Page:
Hi everyone, Bryan Here…


The year 2015 marks the 24th ‘James Bond‘ film in the 007 franchise. It also marks the most expensive Bond film to date, which is also in the top two most expensive films ever made with a budget of over $300 million. Even in addition to that, this new 007 movie, titled ‘Spectre‘ is the longest running Bond film with a runtime of 148 minutes. With the billion dollar success and critical acclaim from ‘Skyfall‘ a couple of years ago, the studio and its executives thought it would be a good idea to go bigger and “better” on everything. That’s not always a good thing, as is the case with ‘Spectre‘, which is bloated and disappointing.

It’s known that Daniel Craig has signed on for a total of five ‘Bond’ films, but has let everyone know recently that he’d rather do anything than another 007 movie, and after watching this mess of a movie, I can see why. Back with Craig’s first appearance of Bond in ‘Casino Royale‘, the filmmakers had a great idea on their hands with a fantastic reboot that made this iconic character more relatable. Bond was dark, brooding, rough, and fun. He was anything but the smarmy womanizer with one-liners that we saw in many of the previous movies, which got new and old Bond fans back in the theaters.


There was a some great character development with Bond as well, specifically with ‘Skyfall‘, which put Bond on his home turf in a good old fashioned fist and gun fight. It was a back to roots sort of film with a dynamic villain, excellent action sequences, and wonderful character. Needless to say, it succeeded both critically and financially. I really wish I could say the same thing for ‘Spectre‘, which actually starts off very well, but quickly shows what kind of movie it actually wants to be, which is more slapstick and cartoony than a Bond film that fizzles with each action scene and character. Even Bond himself looks bored.

Sam Mendes is back in the director’s chair again as the first shot of the film is something straight out of ‘Gravity‘, which is a multi-minute one-take tracking shot as Bond wonders around a crowded Mexico City during the big parade of the Day of the Dead, through a hotel, up to a roof where he plans to kill some bad guys in typical big Bond fashion. After this camerawork, things go downhill fairly fast. Each action sequence never has an ounce of real suspense, but feels like we’re watching a PG movie. Each car chase never has any momentum, but instead tries to put the focus on silly comedy quips, such as when Bond is pushing buttons on his car to only blare the radio loudly instead of firing guns. It’s this kind of writing that plagues this movie.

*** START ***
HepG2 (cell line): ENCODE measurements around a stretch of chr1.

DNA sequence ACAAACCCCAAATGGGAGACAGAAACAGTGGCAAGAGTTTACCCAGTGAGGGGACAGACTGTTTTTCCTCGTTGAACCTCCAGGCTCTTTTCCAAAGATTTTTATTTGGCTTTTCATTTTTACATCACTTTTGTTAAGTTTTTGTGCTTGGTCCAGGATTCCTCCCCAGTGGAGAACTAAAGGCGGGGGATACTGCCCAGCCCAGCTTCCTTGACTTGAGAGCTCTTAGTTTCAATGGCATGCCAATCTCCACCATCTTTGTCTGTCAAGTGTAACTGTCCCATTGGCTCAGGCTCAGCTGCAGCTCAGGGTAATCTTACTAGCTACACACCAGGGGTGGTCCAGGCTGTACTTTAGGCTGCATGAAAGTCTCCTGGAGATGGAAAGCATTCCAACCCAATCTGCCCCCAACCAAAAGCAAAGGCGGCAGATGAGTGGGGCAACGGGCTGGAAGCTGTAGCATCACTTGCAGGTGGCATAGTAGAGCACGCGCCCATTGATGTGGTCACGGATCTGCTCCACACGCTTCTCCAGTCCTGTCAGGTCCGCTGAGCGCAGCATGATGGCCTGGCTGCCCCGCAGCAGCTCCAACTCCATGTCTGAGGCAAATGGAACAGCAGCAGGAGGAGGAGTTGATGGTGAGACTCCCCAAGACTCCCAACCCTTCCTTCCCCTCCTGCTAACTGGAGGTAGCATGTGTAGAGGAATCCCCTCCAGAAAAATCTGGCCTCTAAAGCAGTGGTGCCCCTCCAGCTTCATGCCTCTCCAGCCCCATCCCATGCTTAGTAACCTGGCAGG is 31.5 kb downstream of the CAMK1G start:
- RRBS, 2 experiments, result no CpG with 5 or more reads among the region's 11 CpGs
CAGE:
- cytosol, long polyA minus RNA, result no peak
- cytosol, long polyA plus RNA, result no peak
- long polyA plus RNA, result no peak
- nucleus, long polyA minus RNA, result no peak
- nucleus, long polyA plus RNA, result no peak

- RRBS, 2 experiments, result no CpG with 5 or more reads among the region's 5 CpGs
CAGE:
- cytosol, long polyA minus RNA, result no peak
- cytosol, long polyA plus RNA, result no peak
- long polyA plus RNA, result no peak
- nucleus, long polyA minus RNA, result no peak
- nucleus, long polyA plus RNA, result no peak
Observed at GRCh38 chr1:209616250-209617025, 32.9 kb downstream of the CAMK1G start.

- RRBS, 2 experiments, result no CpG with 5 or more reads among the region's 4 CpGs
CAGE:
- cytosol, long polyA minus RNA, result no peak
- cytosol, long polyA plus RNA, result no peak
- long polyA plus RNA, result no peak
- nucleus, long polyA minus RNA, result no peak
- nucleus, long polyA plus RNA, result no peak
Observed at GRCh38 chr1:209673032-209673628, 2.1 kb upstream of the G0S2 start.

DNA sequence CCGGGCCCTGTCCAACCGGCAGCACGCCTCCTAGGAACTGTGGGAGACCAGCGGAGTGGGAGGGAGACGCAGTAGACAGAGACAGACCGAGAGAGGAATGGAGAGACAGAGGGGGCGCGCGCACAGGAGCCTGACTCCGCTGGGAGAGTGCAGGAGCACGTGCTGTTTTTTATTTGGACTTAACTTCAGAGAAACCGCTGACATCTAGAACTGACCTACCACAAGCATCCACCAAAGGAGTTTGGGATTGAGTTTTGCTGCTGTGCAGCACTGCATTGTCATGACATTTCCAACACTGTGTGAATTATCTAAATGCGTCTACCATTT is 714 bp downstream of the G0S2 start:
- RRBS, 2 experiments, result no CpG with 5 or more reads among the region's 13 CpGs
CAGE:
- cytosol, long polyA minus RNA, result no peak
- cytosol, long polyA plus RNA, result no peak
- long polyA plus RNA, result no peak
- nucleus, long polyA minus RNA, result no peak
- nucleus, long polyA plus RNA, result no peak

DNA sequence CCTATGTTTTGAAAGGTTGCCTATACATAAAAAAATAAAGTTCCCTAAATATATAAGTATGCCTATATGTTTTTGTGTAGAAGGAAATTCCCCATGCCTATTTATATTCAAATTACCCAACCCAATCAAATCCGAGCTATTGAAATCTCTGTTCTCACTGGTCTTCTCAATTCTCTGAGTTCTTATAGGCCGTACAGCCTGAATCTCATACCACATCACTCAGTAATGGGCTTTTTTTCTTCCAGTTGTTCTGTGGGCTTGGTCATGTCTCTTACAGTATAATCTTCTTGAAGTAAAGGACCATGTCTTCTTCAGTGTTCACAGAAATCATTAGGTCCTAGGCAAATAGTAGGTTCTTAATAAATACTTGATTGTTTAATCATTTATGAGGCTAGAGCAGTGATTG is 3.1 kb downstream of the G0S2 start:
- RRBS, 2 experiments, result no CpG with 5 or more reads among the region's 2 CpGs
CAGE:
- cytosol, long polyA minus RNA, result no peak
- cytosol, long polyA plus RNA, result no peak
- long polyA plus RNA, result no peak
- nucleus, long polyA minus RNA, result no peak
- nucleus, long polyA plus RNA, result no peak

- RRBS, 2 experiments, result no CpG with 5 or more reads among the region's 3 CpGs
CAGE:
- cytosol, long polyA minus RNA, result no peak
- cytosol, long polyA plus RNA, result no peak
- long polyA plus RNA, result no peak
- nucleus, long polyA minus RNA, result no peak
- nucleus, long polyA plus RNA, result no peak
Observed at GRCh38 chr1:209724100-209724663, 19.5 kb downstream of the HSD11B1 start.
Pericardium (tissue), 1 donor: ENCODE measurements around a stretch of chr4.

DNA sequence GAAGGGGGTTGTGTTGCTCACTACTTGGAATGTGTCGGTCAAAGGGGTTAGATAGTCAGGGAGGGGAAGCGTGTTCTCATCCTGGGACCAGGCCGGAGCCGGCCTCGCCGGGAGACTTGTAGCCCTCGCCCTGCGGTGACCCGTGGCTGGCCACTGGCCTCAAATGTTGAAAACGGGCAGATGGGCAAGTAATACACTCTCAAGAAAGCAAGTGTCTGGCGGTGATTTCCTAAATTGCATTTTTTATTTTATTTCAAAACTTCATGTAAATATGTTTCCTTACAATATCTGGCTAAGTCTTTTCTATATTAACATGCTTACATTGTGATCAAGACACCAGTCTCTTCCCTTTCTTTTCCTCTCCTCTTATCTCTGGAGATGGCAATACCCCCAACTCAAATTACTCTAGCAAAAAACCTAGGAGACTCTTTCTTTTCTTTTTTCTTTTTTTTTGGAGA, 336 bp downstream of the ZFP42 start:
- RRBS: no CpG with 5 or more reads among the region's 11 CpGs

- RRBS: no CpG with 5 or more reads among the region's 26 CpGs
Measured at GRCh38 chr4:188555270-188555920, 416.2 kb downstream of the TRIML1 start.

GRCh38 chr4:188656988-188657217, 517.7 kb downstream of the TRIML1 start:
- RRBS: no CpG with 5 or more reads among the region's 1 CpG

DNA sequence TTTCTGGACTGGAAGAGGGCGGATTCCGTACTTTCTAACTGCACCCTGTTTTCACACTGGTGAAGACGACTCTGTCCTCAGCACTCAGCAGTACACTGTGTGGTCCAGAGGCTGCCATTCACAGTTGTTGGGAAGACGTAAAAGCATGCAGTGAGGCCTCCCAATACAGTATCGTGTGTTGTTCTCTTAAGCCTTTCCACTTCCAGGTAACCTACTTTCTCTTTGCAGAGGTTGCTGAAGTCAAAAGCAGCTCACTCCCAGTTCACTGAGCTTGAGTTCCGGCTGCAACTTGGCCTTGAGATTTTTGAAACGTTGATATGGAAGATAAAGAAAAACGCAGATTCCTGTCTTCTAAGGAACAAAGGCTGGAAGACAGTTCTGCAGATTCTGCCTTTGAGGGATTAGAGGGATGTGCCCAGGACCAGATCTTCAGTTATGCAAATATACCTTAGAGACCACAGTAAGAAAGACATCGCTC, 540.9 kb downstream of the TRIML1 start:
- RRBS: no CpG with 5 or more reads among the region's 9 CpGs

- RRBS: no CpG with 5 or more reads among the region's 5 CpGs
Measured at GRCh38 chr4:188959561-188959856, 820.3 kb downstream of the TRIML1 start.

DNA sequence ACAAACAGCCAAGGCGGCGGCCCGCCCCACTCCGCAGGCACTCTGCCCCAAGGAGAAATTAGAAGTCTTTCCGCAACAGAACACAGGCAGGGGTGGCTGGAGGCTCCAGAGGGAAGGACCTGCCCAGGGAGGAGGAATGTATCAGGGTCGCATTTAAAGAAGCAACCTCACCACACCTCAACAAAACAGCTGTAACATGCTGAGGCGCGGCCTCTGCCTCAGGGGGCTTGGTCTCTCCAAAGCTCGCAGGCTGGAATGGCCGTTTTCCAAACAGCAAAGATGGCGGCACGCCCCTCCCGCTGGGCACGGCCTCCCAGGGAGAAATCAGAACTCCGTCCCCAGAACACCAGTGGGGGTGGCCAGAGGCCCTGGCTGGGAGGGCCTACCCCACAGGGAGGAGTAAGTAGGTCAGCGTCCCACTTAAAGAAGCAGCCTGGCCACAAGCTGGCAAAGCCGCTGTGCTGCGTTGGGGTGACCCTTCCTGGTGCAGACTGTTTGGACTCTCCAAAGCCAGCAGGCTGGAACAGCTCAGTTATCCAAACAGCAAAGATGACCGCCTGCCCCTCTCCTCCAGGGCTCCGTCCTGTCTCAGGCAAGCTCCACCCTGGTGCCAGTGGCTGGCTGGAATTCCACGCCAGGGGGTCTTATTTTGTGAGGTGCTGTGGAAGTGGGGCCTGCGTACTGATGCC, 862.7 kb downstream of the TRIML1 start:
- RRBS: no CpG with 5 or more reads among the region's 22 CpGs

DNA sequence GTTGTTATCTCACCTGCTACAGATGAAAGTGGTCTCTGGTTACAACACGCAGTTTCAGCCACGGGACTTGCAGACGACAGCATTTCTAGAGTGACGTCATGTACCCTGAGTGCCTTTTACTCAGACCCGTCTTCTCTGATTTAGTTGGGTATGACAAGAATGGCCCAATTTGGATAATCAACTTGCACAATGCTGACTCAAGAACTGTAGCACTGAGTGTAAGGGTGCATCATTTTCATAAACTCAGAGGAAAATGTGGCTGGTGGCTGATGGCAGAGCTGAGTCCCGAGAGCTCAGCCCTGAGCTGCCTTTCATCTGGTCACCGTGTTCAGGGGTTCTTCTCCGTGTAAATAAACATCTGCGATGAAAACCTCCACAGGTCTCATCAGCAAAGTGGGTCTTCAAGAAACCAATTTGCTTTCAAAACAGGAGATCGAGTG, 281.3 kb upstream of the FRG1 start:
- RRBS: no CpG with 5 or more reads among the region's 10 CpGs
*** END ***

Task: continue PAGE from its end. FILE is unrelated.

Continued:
After the incident in Mexico City, Bond is grounded by M (Ralph Fiennes), due to a new guy in town named Max Denbigh (Andrew Scott) who has a new security system he wants to implement around the world that would put the business of Bond out of business in so many words. It’s basically the same plot line as ‘Mission Impossible 5‘ and ‘Furious 7‘, only ‘Spectre‘ doesn’t execute as well as those others. Meanwhile, throughout the past three films, Bond has been on the scent of a secret society called Spectre, which is led by a guy named Franz Oberhauser (Christoph Waltz), who is the main villain this time around, but you wouldn’t really know it, because, he’s barely in the film, which is the case with most of the other characters, including Mr. Hinx (Dave Bautista) and Lucia Sciarra (Monica Bellucci) who only have a few minutes or less of screen time in this 148 minute film.

Sure, Mr. Hinx has a decent action sequence inside a moving train, but is ended quickly with a slapstick goofy anticlimax that resembles a ‘Tom & Jerry‘ cartoon. It’s very unfortunate, because somewhere in ‘Spectre‘ is a good story and movie, but that’s not what we’ve received. If the filmmakers wanted to add the slapstick-goofball elements to this Bond, they should’ve started with ‘Casino Royale‘, instead of surprising us with this different tone, which more or less isn’t welcome. There are a few good moments of ‘Spectre‘, but they are widely spaced out to make this a memorable ‘007‘ movie. I know it’s James Bond and you’ll want to see it regardless, but be warned before you see it, that it in no way lives up to the previous three films.


– Bryan Kluger


By Bryan Kluger

Former husky model, real-life Comic Book Guy, genre-bending screenwriter, nude filmmaker, hairy podcaster, pro-wrestling idiot-savant, who has a penchant for solving Rubik's Cubes and rolling candy cigarettes on unreleased bootlegs of Frank Zappa records.

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